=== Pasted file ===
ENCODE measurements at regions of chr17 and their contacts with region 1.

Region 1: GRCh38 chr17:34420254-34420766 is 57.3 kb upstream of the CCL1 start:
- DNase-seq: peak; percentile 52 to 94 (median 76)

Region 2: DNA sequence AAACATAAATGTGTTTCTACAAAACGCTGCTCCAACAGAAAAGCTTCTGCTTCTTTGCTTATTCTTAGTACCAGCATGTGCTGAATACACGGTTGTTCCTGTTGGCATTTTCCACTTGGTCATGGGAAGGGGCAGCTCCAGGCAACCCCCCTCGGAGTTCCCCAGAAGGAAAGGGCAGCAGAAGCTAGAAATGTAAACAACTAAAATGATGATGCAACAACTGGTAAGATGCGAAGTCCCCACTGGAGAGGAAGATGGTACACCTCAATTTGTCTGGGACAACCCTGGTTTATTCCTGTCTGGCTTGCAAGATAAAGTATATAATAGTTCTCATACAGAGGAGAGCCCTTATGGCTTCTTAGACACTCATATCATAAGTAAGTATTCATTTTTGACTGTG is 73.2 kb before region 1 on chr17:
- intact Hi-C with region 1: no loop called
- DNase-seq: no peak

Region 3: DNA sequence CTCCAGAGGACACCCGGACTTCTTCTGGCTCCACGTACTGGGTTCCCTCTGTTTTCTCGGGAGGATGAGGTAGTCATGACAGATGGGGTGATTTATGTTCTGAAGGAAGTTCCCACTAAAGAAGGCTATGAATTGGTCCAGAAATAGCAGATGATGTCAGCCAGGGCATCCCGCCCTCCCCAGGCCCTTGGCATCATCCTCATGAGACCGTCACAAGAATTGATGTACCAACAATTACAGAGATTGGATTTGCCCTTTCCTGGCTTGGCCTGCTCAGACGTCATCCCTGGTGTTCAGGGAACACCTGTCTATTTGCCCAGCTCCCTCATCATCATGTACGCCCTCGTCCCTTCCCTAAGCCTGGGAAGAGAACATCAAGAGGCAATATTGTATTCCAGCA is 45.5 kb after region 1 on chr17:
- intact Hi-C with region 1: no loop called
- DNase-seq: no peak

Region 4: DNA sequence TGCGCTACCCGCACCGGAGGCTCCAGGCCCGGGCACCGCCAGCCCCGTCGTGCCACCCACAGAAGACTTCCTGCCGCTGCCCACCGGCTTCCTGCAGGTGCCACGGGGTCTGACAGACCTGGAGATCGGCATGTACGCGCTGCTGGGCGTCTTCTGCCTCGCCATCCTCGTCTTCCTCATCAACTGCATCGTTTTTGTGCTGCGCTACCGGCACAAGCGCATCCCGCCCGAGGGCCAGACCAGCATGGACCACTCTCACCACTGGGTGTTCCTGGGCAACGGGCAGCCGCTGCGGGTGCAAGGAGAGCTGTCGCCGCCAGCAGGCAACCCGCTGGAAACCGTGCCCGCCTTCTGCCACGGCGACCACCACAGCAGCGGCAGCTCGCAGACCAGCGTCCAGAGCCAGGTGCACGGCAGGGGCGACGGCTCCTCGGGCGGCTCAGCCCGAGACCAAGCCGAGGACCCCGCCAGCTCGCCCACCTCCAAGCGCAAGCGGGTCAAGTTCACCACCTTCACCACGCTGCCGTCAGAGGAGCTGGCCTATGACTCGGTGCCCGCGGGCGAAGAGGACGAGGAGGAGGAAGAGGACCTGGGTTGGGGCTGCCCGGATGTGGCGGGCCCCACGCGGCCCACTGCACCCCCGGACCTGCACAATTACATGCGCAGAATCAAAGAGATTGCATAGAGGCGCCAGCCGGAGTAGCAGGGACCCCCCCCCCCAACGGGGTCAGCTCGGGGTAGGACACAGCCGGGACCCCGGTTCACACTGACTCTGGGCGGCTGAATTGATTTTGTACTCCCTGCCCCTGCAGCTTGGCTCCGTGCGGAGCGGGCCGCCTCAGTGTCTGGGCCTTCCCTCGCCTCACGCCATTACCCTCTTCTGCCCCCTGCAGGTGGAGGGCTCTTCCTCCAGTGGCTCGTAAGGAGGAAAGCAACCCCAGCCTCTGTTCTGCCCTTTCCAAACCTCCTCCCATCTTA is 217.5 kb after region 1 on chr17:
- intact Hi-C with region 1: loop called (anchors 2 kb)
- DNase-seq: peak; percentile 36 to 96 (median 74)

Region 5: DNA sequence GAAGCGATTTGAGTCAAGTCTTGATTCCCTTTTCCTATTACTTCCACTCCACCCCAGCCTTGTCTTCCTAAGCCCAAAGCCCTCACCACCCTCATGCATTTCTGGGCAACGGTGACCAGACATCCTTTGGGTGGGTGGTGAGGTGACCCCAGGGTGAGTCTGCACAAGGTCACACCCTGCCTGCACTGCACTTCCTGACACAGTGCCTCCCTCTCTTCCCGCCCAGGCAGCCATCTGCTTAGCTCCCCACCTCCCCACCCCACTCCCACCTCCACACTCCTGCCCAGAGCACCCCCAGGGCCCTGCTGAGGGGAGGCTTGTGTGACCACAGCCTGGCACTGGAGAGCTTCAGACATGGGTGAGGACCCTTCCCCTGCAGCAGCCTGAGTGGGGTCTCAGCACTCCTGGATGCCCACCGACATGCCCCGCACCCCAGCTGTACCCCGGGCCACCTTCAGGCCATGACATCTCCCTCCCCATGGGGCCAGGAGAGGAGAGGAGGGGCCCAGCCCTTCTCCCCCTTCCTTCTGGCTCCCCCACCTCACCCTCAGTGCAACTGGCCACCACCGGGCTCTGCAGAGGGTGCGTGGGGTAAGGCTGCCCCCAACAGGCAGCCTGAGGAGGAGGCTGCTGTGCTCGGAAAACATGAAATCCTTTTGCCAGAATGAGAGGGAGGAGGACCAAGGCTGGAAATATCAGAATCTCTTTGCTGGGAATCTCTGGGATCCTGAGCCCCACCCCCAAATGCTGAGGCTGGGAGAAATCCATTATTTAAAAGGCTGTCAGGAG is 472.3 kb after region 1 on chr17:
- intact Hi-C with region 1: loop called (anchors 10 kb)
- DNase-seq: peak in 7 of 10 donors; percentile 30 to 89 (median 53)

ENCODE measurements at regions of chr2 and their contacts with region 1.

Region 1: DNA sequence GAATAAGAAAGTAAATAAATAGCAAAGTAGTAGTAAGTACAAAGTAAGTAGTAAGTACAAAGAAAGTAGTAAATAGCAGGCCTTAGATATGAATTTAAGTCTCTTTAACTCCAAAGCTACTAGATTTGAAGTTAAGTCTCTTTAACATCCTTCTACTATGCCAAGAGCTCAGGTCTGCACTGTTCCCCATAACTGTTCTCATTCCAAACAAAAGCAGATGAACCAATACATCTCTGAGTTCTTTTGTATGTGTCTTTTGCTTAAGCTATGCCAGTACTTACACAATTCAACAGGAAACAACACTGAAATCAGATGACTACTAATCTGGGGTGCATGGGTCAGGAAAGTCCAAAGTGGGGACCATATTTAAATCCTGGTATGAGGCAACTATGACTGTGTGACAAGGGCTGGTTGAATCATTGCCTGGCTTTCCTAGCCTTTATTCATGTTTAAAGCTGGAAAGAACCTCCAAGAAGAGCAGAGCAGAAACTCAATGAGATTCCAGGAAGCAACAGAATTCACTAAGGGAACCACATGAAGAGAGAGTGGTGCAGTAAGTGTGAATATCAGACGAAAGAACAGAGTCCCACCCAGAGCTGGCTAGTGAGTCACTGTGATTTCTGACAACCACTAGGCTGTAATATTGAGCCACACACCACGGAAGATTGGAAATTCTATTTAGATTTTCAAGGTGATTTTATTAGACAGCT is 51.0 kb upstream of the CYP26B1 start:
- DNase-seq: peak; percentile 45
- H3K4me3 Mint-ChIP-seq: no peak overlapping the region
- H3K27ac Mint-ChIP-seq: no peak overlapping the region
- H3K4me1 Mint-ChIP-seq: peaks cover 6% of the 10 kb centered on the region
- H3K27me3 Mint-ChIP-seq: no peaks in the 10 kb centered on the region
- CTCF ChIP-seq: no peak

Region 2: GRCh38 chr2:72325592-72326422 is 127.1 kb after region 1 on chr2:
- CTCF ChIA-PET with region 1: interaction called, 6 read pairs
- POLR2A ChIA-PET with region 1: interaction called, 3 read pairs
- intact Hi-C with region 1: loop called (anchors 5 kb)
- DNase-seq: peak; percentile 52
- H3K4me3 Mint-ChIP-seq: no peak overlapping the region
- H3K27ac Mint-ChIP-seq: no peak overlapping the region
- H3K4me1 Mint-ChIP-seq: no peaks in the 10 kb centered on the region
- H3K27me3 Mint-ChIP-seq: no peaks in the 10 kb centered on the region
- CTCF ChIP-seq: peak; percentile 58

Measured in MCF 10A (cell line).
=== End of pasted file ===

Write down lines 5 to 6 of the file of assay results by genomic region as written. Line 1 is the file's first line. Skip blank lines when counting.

- intact Hi-C with region 1: no loop called
- DNase-seq: no peak